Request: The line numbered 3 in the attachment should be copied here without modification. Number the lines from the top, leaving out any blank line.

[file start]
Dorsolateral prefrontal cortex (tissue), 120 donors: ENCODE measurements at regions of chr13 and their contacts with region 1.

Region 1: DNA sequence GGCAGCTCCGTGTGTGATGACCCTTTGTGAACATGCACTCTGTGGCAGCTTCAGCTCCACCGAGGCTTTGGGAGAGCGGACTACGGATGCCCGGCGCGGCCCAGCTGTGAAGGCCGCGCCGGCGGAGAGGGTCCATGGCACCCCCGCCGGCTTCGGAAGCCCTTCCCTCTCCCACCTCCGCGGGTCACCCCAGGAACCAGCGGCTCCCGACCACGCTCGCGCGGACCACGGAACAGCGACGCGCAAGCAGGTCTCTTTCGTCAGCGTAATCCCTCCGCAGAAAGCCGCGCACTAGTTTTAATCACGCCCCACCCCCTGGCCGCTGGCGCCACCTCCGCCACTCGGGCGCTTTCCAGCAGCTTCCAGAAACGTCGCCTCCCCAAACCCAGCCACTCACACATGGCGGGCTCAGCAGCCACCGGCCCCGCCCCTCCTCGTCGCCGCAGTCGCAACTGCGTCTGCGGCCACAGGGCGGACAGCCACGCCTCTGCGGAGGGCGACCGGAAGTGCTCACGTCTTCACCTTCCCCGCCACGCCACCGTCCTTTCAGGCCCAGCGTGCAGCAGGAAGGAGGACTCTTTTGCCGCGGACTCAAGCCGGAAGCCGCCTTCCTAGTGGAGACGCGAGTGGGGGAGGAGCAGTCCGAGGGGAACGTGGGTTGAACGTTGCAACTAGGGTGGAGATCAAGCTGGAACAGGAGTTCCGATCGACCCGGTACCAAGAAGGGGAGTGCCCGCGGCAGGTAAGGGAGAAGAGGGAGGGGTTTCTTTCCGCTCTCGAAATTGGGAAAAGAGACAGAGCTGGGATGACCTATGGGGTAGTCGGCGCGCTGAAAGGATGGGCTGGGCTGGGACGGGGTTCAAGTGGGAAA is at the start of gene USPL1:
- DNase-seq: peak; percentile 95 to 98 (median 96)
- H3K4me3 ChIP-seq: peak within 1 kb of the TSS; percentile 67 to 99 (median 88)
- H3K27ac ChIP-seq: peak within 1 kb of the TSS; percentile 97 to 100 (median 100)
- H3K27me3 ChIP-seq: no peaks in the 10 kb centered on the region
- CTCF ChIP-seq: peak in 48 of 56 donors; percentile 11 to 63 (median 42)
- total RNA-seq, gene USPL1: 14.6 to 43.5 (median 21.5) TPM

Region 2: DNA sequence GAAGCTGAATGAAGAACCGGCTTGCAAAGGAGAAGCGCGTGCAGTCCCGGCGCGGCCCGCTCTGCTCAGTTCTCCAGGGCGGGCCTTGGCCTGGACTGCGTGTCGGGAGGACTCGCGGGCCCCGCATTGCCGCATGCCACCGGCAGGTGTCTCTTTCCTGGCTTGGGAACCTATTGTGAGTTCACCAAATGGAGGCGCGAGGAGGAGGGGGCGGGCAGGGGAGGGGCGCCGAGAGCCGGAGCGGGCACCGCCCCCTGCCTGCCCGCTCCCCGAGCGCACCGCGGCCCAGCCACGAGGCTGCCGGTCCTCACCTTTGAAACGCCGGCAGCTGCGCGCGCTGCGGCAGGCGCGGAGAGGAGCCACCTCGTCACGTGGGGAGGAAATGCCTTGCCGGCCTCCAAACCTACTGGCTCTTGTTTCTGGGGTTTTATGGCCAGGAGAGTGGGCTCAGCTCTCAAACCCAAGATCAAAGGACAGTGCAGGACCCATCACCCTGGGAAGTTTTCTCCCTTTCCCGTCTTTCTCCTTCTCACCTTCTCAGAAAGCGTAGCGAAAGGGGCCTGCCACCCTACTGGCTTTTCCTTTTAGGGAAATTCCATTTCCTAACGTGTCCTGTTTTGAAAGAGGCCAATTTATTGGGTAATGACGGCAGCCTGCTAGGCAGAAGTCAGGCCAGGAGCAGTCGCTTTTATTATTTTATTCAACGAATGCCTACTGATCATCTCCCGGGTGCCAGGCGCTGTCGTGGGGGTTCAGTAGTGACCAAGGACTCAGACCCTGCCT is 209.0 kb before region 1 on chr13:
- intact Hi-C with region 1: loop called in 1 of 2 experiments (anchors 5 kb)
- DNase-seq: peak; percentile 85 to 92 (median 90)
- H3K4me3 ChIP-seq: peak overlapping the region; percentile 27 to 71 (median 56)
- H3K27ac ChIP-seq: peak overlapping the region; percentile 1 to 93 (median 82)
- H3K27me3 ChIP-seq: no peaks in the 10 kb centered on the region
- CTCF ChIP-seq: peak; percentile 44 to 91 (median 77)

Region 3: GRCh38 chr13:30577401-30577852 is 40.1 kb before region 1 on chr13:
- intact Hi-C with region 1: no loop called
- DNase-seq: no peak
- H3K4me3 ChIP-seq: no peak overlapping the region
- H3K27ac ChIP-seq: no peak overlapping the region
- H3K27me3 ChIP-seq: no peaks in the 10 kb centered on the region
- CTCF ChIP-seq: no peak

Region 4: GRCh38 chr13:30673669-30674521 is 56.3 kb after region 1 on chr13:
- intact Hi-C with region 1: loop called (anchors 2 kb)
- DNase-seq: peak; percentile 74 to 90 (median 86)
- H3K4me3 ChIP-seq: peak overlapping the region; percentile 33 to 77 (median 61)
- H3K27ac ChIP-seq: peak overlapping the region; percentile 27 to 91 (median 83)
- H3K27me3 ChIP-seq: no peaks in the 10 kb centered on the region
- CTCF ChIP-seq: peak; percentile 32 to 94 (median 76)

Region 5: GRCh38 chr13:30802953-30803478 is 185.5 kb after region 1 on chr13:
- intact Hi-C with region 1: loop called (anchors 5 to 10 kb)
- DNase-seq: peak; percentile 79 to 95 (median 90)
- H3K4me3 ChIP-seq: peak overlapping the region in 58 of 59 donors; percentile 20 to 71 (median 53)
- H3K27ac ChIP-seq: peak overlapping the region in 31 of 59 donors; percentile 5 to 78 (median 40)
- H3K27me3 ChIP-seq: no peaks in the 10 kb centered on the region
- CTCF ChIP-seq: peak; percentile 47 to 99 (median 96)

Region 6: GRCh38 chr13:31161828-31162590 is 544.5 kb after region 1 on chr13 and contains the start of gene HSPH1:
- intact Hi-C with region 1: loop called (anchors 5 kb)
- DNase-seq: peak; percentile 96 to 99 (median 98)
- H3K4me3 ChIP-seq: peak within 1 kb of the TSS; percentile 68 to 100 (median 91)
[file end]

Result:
- DNase-seq: peak; percentile 95 to 98 (median 96)